Seven years ago, in mid-2005, the Aboriginal residents of the Old People’s Home on Mornington Island, Far North Queensland were invited to the island’s Art Centre to experiment with canvas and paint.
Sally Gabori, at 80 years old, had never picked up a paintbrush in her life but the work she made that day was unlike anything the Art Centre had ever seen.
Her first painting was an abstract composition in red, blue and yellow combining gestural expressive mark-making with an instinctive knowledge of negative space. It was a representational map of the Bentinck Island landscape she remembered from her youth – the country from which she and her family were removed by Missionaries in 1948 - and was the start of a creative outpouring that six months later would result in a sell-out show.
Sally Gabori’s career trajectory since then has been extraordinary. She is now one of Australia’s most sought after artists, and her work has been shown in galleries throughout Australia and around the world. Her paintings are in the collections of institutions including the Art Gallery of New South Wales, the National Gallery of Victoria, the Musée du Quai Branly, Paris and the Chartwell Collection at Auckland Art Gallery. Her work has been included in exhibitions at the MCA (Sydney) and GOMA / Queensland Art Gallery (Brisbane), as well as at the Museum of Contemporary Aboriginal Art in Utrecht and at the Kluge-Ruhe Collection at the University of Virginia. Most recently her work was seen in the 2012 Indigenous Triennial at the National Gallery of Australia in Canberra. This year Gabori was the winner of Queensland’s $50,000 Gold Award and the $15,000 Togart Contemporary Art Award.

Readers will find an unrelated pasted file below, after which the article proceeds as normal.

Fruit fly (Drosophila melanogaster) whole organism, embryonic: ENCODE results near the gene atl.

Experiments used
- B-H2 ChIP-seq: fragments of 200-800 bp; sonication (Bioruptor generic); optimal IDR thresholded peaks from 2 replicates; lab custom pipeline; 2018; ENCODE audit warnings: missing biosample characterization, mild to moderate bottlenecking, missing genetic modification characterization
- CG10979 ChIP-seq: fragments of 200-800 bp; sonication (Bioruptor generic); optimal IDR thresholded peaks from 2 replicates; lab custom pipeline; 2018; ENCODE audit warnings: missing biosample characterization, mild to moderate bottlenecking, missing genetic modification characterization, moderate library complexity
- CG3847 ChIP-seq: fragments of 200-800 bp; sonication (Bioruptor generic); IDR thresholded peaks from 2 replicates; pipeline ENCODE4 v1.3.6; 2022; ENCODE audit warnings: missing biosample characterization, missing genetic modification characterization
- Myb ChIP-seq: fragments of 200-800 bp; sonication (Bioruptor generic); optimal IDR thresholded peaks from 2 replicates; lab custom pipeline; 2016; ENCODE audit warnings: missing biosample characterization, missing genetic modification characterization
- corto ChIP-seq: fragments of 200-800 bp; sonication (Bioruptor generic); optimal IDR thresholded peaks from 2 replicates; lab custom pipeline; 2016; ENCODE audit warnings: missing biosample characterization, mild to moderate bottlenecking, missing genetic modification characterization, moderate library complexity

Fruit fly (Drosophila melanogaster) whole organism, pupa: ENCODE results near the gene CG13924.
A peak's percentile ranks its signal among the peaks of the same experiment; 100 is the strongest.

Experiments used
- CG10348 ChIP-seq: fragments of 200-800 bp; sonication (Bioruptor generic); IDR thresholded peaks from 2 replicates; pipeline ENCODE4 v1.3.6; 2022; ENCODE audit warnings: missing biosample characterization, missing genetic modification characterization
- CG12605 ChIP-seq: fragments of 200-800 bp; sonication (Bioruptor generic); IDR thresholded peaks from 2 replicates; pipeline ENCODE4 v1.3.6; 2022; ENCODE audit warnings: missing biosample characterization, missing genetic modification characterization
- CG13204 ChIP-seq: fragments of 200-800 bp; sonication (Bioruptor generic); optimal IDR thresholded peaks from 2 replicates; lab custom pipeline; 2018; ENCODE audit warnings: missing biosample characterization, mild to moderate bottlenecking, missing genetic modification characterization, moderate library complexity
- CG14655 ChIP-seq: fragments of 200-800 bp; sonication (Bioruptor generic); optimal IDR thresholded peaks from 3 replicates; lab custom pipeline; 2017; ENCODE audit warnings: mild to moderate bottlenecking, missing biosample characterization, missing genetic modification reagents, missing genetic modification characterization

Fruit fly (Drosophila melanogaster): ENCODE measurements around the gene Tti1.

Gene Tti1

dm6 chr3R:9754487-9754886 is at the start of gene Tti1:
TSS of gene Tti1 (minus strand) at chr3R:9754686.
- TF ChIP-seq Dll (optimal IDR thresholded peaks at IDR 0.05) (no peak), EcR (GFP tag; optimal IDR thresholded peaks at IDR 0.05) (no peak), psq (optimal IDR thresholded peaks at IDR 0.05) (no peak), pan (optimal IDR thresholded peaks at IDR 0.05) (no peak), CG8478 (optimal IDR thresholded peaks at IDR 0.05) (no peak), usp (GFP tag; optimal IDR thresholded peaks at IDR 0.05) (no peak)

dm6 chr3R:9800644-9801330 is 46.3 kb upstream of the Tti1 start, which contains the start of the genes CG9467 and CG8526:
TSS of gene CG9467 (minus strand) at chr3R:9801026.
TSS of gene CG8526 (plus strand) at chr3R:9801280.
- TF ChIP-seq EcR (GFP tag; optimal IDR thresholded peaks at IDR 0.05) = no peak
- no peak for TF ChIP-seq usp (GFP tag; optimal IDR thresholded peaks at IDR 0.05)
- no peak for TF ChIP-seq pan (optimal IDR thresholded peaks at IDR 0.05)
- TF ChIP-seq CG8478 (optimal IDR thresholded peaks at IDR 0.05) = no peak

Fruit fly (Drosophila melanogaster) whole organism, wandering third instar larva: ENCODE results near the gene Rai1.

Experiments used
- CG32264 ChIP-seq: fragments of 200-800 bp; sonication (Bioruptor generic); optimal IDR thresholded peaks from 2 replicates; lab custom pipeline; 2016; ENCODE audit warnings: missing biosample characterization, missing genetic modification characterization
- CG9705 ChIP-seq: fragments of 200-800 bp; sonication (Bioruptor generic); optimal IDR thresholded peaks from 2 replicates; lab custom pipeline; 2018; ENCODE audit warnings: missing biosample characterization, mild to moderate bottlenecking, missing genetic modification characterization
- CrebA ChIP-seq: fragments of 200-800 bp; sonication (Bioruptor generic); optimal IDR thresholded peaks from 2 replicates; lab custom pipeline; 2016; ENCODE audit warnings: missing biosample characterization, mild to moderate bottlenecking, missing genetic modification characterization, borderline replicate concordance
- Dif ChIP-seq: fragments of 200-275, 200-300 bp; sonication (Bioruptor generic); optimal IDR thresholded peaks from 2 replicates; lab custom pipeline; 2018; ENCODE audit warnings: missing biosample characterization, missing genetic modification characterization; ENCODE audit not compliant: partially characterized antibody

Tim Melville is pleased to present Sally Gabori’s Dibirdibi Country.